Yu-Gi-Oh! Rogue Report: Spooky Tistina

Carter Kachmarik
July 26, 2023


It’s always the decks you least expect to make an impact on you that suddenly take up all your attention, and for me, that’s been Tistina.  Debuting in Duelist Nexus, this TCG-Exclusive deck has been mostly shrugged-off by the playerbase, although some careful brewing has led me to a version of the deck I feel may genuinely have staying power.  It is a pile, certainly, but one that makes great use of a variety of tools in the game currently that have yet been untapped.  First among these are the Scareclaw, a swarm strategy that tries to clear the boards through turning things to Defense Position, and Ghostrick, a “1-card” engine in the Main Deck that turns any ability to make a Rank 3 into Number F0: Utopic Draco Future.  We’ll see how these connect in a bit, but for now, have an open mind, and we’ll dive into what I’m dubbing ‘Spooky Tistina’.

As we covered last week, Tistina is an archetype that you have to evaluate for the purposes of swarming with Link Material, not necessarily for its gimmick.  While the setting effects will come up, more than anything, you’re looking to do some form of the 1.5 card Sentinel of the Tistina line as your opening play every game, which is as follows.  Normal Summon Sentinel, destroy a set card, add Demigod of the Tistina, who summons itself to add Breath of the Tistina, which then has to set a monster (preferably your opponents’), to search Hound of the Tistina, who you can get out of hand with the extra Normal Summon.  Both of your little Tistinas are then legal to reborn, giving you essentially 5 material to work with, and a mid-combo Book of Moon.

Where Spooky Tistina begins to get interesting is the material requirement for Scareclaw Tri-Heart; normally it takes a lot of resources to bring him out, which you then recoup via his effect, but with the Tistinas, not only can we set an opponent’s monster, but also readily bring him out with the protection of I:P Masquerena.  You simply link off Sentinel & Hound for I:P, reborn both, and use I:P, Demigod, and Hound for Tri-Heart, leaving Sentinel onboard.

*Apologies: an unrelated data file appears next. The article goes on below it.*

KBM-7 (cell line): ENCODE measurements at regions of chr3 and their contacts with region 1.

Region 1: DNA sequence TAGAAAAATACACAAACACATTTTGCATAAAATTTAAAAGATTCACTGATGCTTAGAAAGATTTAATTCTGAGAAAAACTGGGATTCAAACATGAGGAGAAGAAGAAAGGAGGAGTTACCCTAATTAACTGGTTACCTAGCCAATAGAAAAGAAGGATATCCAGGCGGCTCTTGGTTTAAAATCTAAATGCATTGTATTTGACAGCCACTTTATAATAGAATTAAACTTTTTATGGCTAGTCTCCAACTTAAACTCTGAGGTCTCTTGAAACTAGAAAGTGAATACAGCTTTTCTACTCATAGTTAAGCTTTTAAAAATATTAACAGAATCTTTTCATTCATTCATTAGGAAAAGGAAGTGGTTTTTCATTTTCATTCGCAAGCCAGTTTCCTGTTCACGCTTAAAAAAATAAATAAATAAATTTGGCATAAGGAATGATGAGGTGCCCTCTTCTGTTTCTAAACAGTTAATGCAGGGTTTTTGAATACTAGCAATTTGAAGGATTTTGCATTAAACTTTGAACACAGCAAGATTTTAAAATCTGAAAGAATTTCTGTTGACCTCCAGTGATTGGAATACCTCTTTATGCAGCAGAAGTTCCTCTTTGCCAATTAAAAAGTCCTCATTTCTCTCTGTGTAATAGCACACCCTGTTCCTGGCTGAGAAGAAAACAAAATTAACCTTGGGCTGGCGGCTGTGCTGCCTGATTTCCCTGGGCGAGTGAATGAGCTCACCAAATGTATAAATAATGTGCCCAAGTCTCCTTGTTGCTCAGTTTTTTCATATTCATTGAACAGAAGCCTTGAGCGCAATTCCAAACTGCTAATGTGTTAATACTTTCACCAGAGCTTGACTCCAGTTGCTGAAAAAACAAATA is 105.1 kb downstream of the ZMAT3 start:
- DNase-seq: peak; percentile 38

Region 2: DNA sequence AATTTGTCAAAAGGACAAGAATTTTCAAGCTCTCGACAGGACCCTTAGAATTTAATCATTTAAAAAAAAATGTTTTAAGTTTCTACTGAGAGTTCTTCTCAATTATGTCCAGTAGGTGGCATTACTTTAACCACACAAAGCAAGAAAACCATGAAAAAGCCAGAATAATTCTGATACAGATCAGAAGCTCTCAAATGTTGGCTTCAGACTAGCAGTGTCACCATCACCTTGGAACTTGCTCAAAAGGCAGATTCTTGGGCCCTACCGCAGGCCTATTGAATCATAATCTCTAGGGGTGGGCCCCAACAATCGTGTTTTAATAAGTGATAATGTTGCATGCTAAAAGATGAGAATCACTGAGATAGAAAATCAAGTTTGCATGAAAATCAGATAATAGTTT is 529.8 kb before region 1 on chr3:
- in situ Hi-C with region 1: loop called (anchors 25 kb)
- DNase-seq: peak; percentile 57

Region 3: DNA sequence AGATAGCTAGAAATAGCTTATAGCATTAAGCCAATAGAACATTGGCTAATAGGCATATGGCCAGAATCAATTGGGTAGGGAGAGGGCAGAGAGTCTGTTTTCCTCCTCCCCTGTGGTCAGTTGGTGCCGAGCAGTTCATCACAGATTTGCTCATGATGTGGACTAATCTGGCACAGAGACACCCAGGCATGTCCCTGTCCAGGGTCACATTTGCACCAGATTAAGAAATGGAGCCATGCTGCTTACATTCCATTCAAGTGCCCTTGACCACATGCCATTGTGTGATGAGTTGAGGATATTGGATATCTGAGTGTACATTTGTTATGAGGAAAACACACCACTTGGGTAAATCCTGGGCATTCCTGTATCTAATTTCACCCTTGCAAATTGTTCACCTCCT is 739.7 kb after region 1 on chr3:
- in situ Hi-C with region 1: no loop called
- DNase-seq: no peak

What you’re going to use that Sentinel for, however, isn’t quite so obvious; most of your “free” Scareclaws, being Astra, Acro, and Belone, are Level 3, so with Tri-Heart they’re now legal to Special Summon.  Using your leftover Sentinel & a Level 3 Scareclaw, you can then make Ghostrick Alucard, who can pop the monster you set, before overlaying into Ghostrick Angel of Mischief, who can detach Alucard to search Ghostrick Shot, which summons back Alucard, which becomes another Angel.  Those angels become Number F0: Utopic Future, triggering Alucard to add back Shot, and then F0 becomes Draco Future.  With all that out of the way, we can then use Tri-Heart to search for Scareclaw Reichheart and reborn the Level 3, searching for Scareclaw Twinsaw and drawing a card.

That’s a lot to take in, for sure, but what makes it all so easy is the existence of Trivikarma, which can banish itself to add a card that mentions Visas Starfrost.  We can get it into the GY mid-combo by using Barricadeborg Blocker, or even better, set it, and use it as our initial pop for Sentinel.  That finds Primitive Planet Reichphobia, which finds our Level 3, and there you have it: Spooky Tistina.  The follow-up is even better, given we have Shot to reborn a stray Alucard, both small Tistinas in grave, and plenty of things onboard.  We can clear our own Tri-Heart for Cross-Sheep, and then banish a Visas and 1500/2100 monster (Reichheart, or hilariously, the accessible Rank 3 Wind-Up Zenmaines) for Vicious Astraloud, popping a card, and reborning either Reichheart or Sentinel with Cross-Sheep, to start either half of the deck again.